Lance Berkman struggled for the Yankees after coming over in a July 31 trade and finished the season with an OPS below .800 for the first time in his career, but it sounds like the 34-year-old first baseman is getting plenty of interest as a free agent.
Ken Rosenthal of FOXSports.com calls the A’s “his most fervent suitor” and Carrie Muskat of MLB.com writes that “the Cubs are in pursuit of a first baseman this offseason and one option could be Berkman.”
Berkman has said previously that he’d like to remain a first baseman, but Daric Barton’s presence means he’d been primarily a designated hitter in Oakland. With the Cubs he could play first base and return to the National League, but it’s unclear exactly how interested they are in Berkman.
Even in a career-worst season Berkman got on base at a strong .368 clip and if his power returns somewhat a year removed from knee surgery he could be a nice one-year pickup.
The Athletic’s Ken Rosenthal and Zach Buchanan report that the Diamondbacks are one of several teams that have used labs other than the Sports Medicine Research and Testing Laboratory in Utah to process COVID-19 testing. MLB has encountered delays with its testing, despite promising 24-hour turnaround time, so teams have tried other avenues — with the league’s endorsement — in order to get faster results.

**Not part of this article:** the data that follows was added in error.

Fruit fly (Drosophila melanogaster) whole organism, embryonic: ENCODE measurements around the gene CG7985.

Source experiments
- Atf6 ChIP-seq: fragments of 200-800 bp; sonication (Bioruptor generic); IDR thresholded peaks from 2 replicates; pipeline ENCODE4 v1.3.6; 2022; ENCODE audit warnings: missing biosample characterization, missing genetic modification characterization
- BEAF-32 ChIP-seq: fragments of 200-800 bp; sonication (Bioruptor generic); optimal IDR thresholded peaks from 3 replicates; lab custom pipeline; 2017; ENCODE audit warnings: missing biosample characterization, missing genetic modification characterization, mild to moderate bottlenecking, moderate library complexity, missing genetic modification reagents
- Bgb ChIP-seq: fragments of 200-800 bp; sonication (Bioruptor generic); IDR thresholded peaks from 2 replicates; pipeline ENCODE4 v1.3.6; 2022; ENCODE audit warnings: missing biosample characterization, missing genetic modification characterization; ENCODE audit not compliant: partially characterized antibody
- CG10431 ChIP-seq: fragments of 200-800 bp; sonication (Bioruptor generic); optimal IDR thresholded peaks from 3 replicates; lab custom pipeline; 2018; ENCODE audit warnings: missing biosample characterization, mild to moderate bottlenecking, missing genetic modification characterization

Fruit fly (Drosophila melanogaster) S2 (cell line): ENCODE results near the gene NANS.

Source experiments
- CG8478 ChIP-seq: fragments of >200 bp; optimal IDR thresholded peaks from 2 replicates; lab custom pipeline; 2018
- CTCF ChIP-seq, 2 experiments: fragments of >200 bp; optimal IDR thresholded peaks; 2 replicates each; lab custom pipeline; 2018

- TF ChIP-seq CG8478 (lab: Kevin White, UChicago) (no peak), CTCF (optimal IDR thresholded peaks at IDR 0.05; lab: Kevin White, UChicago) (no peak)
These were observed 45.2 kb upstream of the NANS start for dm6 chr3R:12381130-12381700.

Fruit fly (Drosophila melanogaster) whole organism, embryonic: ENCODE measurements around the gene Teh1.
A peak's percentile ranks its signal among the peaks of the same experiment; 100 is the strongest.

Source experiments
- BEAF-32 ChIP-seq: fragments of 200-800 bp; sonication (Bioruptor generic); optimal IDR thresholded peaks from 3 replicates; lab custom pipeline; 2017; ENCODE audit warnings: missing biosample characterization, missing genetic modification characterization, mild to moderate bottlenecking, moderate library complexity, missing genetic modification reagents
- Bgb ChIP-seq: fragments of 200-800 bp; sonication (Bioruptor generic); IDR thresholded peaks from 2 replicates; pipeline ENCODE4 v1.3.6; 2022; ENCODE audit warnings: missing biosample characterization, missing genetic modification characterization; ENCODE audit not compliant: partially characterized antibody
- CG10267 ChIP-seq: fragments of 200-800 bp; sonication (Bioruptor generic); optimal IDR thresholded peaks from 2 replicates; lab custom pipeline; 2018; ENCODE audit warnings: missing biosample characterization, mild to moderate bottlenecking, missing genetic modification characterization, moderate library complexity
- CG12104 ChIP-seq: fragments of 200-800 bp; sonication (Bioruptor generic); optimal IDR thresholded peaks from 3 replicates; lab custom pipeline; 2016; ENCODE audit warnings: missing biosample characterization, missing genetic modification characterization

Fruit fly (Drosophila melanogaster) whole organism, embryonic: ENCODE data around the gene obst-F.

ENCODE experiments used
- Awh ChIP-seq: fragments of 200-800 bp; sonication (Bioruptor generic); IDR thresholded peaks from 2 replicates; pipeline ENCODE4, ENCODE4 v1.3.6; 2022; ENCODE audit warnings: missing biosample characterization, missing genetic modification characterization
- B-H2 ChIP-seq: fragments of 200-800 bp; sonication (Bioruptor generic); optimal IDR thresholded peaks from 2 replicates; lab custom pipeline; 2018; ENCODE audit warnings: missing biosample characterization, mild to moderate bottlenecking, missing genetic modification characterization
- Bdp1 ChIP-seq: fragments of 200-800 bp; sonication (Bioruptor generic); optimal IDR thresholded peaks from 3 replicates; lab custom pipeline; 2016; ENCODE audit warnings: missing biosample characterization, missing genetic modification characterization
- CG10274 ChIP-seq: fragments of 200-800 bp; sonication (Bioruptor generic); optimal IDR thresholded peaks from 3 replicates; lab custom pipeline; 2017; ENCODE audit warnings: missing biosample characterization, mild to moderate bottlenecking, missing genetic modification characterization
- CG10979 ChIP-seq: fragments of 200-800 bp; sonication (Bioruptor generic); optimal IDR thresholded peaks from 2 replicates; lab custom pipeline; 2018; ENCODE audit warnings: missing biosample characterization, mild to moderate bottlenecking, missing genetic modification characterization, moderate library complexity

The SMRTL had processed performance-enhancing drug screenings for MLB. The league converted it to process COVID-19 tests amid concerns that having a season and all of the testing that would be required throughout would take away testing resources from the general public. That some teams are utilizing labs other than the SMRTL suggests the league, indeed, is usurping those resources.
In prospect Seth Beer’s case, he tested positive for COVID-19. He needed to test negative twice consecutively to be cleared to return to play. Beer went to a third-party site in the Phoenix area. He received his second negative test and was cleared to return on July 9.
The Diamondbacks said that the labs they have used have assured them that they are not taking away tests from the public. That seems like a claim MLB and the D-Backs should demonstrably prove. Per Rosenthal and Buchahan, the D-Backs have gone to an outside lab about 20 times, which accounts for less than one percent of COVID-19 tests taken by players and staff. Still, those are 20 tests that could have been used by the general public. And if the D-Backs and a handful of other teams already are using outside labs, then the rest of the league likely already is or soon will be doing the same. In the end, there will be a lot more than 20 tests taken at outside labs by MLB players and staff. Considering that “Tier 1” players will be tested every other day throughout the season, the total of third-party tests taken — if things continue the way they are now — could easily reach into the thousands by the end of October.
We all want baseball back, but the players, coaches, and all other staff are no more important than cashiers, teachers, and delivery drivers, so they shouldn’t have more access to COVID-19 testing simply by virtue of being associated with Major League Baseball and all of its influence and financial muscle. It would be unethical for MLB to be cutting in line ahead of other people who need testing just as much as if not more than the players.